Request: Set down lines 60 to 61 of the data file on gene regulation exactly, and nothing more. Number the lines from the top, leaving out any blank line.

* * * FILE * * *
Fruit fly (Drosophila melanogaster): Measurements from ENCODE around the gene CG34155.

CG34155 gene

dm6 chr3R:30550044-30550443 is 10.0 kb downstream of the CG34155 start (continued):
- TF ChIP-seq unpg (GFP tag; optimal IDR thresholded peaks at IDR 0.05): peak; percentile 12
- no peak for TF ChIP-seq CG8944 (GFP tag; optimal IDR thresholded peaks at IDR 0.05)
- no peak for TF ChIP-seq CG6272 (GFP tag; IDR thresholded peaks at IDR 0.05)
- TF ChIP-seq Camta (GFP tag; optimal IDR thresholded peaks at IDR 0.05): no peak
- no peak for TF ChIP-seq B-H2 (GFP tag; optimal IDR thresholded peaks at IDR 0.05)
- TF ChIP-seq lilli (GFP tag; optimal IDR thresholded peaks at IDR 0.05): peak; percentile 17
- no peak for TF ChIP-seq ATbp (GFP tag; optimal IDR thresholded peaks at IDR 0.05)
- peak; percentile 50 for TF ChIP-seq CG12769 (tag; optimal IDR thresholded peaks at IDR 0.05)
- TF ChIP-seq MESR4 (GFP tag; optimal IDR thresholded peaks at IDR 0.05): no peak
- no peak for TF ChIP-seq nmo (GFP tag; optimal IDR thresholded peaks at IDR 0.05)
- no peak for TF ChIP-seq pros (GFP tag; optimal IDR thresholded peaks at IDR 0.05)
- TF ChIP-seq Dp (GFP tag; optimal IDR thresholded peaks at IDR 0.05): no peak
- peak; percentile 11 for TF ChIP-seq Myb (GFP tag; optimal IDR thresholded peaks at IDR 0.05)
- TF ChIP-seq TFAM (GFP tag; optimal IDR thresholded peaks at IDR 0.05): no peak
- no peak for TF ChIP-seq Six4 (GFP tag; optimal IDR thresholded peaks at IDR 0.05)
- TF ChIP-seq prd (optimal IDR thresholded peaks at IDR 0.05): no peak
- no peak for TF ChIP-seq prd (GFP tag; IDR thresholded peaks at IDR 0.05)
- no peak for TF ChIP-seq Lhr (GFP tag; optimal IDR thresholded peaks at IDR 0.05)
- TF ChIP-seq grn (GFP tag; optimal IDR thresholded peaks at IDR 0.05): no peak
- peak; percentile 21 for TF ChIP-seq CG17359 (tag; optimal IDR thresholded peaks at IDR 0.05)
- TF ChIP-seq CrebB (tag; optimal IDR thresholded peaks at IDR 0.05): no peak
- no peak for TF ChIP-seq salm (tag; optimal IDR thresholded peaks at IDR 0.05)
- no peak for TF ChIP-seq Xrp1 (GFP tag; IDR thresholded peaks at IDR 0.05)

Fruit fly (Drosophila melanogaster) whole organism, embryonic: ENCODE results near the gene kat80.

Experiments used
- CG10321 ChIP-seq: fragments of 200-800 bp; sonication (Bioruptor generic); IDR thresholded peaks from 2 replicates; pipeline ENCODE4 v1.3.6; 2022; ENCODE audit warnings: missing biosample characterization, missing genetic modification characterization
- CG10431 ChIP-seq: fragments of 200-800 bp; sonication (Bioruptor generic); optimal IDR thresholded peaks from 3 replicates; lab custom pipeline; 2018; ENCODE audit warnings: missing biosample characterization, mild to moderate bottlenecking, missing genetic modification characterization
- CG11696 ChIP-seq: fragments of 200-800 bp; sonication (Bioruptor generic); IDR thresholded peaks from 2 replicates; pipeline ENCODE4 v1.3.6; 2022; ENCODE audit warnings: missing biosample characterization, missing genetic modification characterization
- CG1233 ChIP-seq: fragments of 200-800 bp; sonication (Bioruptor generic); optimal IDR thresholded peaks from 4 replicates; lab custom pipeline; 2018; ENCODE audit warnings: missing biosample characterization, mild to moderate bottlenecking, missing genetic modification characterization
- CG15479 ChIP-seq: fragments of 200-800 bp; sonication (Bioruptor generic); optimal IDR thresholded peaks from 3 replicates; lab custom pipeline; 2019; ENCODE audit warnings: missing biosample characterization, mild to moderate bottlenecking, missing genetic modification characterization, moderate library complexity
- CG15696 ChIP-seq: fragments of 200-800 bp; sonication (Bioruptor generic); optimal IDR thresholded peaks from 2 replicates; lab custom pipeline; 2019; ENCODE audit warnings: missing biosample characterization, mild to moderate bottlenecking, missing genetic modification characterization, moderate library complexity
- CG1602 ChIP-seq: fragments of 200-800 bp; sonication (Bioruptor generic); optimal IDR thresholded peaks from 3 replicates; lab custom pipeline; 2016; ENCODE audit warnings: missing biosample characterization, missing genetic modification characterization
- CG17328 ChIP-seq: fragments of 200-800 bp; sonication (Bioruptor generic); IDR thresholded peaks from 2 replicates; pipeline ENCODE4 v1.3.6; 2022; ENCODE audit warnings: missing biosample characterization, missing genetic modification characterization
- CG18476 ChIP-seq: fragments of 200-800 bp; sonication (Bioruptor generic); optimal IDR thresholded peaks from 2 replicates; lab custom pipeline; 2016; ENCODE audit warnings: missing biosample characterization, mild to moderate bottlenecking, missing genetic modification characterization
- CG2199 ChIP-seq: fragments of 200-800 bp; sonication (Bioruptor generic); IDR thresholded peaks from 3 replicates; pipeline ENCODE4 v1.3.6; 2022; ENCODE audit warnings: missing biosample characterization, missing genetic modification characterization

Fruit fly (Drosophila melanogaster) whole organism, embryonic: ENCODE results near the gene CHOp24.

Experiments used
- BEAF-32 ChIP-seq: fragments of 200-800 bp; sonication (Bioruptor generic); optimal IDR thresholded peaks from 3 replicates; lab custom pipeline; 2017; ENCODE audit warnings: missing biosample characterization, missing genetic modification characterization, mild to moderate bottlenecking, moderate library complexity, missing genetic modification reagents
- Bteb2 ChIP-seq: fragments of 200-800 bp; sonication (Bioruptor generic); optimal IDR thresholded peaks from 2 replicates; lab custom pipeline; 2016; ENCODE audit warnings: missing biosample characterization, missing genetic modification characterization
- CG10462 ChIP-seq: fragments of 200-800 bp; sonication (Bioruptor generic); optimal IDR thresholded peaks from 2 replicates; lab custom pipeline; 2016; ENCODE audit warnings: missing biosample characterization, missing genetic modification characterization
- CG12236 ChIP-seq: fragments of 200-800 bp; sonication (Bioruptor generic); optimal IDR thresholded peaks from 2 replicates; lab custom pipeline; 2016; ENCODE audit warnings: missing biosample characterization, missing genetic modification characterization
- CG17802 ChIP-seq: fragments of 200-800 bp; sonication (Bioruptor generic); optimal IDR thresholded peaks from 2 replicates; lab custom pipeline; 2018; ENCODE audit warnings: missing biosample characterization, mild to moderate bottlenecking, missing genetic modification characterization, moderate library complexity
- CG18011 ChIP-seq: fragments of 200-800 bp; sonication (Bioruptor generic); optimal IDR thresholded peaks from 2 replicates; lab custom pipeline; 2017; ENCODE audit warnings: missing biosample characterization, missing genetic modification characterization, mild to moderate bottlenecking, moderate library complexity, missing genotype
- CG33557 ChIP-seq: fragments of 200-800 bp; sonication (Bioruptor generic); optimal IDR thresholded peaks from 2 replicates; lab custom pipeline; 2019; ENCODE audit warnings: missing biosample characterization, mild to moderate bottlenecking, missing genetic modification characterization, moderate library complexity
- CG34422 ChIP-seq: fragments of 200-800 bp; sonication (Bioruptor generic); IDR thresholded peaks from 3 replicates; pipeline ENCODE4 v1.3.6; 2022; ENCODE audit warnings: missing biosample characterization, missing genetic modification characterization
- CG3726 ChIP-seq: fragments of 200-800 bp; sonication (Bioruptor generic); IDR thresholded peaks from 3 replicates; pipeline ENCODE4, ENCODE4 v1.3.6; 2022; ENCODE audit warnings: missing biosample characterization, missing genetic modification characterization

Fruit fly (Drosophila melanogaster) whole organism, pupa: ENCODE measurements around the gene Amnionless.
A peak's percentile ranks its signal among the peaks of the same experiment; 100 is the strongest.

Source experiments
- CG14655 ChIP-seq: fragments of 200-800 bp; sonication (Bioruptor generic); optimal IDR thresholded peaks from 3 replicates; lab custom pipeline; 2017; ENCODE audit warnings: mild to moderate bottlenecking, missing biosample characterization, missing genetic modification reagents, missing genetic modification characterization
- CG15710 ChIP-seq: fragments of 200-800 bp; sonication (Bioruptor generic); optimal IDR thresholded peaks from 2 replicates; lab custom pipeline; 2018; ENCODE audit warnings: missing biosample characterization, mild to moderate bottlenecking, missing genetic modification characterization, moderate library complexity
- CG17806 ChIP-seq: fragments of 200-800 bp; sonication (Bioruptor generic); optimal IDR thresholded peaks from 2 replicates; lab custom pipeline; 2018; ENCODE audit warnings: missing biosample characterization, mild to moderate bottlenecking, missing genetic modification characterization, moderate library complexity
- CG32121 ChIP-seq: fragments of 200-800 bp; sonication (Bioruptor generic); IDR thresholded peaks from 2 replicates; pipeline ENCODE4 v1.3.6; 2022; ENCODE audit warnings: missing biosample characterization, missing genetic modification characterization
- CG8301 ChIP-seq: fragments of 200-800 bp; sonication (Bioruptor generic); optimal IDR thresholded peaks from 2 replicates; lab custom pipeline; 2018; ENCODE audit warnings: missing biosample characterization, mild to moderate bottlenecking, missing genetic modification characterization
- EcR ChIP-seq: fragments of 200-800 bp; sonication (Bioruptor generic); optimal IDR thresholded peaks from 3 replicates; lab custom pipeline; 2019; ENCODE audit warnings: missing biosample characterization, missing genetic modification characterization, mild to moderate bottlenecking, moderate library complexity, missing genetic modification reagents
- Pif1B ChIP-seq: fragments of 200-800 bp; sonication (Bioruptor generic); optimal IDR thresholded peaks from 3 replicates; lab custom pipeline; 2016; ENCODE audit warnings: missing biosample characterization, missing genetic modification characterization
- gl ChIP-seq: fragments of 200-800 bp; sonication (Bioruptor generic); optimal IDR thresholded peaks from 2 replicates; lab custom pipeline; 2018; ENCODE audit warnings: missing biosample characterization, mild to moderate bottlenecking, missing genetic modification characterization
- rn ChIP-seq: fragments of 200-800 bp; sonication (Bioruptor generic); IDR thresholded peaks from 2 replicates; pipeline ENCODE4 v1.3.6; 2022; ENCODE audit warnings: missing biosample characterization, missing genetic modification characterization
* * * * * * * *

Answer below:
- gl ChIP-seq: fragments of 200-800 bp; sonication (Bioruptor generic); optimal IDR thresholded peaks from 2 replicates; lab custom pipeline; 2018; ENCODE audit warnings: missing biosample characterization, mild to moderate bottlenecking, missing genetic modification characterization
- rn ChIP-seq: fragments of 200-800 bp; sonication (Bioruptor generic); IDR thresholded peaks from 2 replicates; pipeline ENCODE4 v1.3.6; 2022; ENCODE audit warnings: missing biosample characterization, missing genetic modification characterization